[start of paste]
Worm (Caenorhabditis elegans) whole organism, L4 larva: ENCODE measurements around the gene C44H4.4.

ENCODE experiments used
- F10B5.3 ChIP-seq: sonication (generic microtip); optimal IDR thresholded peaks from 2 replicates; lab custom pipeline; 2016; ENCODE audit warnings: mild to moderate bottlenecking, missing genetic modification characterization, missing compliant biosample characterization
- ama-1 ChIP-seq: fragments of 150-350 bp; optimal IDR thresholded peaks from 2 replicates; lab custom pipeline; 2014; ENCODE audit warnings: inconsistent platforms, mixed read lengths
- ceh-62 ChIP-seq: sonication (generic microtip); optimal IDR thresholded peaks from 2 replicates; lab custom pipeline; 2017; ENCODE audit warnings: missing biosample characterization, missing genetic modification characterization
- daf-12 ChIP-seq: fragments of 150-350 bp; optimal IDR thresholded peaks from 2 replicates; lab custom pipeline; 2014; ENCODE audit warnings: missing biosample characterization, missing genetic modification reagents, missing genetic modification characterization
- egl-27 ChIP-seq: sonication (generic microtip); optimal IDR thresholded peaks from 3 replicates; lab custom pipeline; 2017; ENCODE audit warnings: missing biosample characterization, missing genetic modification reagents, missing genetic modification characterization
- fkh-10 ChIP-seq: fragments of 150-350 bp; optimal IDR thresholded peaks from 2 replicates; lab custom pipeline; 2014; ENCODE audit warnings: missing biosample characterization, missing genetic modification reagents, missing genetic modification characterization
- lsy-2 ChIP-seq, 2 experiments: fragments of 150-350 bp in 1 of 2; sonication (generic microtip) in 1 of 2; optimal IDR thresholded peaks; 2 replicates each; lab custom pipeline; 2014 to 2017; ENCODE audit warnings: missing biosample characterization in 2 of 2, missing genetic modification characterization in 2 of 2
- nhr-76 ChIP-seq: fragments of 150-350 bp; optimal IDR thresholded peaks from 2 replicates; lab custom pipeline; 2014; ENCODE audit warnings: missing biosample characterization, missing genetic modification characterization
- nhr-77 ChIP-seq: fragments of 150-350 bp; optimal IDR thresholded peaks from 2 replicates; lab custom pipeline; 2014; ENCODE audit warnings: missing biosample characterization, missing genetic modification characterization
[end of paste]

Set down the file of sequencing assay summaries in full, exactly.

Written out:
Worm (Caenorhabditis elegans) whole organism, L4 larva: ENCODE measurements around the gene C44H4.4.

ENCODE experiments used
- F10B5.3 ChIP-seq: sonication (generic microtip); optimal IDR thresholded peaks from 2 replicates; lab custom pipeline; 2016; ENCODE audit warnings: mild to moderate bottlenecking, missing genetic modification characterization, missing compliant biosample characterization
- ama-1 ChIP-seq: fragments of 150-350 bp; optimal IDR thresholded peaks from 2 replicates; lab custom pipeline; 2014; ENCODE audit warnings: inconsistent platforms, mixed read lengths
- ceh-62 ChIP-seq: sonication (generic microtip); optimal IDR thresholded peaks from 2 replicates; lab custom pipeline; 2017; ENCODE audit warnings: missing biosample characterization, missing genetic modification characterization
- daf-12 ChIP-seq: fragments of 150-350 bp; optimal IDR thresholded peaks from 2 replicates; lab custom pipeline; 2014; ENCODE audit warnings: missing biosample characterization, missing genetic modification reagents, missing genetic modification characterization
- egl-27 ChIP-seq: sonication (generic microtip); optimal IDR thresholded peaks from 3 replicates; lab custom pipeline; 2017; ENCODE audit warnings: missing biosample characterization, missing genetic modification reagents, missing genetic modification characterization
- fkh-10 ChIP-seq: fragments of 150-350 bp; optimal IDR thresholded peaks from 2 replicates; lab custom pipeline; 2014; ENCODE audit warnings: missing biosample characterization, missing genetic modification reagents, missing genetic modification characterization
- lsy-2 ChIP-seq, 2 experiments: fragments of 150-350 bp in 1 of 2; sonication (generic microtip) in 1 of 2; optimal IDR thresholded peaks; 2 replicates each; lab custom pipeline; 2014 to 2017; ENCODE audit warnings: missing biosample characterization in 2 of 2, missing genetic modification characterization in 2 of 2
- nhr-76 ChIP-seq: fragments of 150-350 bp; optimal IDR thresholded peaks from 2 replicates; lab custom pipeline; 2014; ENCODE audit warnings: missing biosample characterization, missing genetic modification characterization
- nhr-77 ChIP-seq: fragments of 150-350 bp; optimal IDR thresholded peaks from 2 replicates; lab custom pipeline; 2014; ENCODE audit warnings: missing biosample characterization, missing genetic modification characterization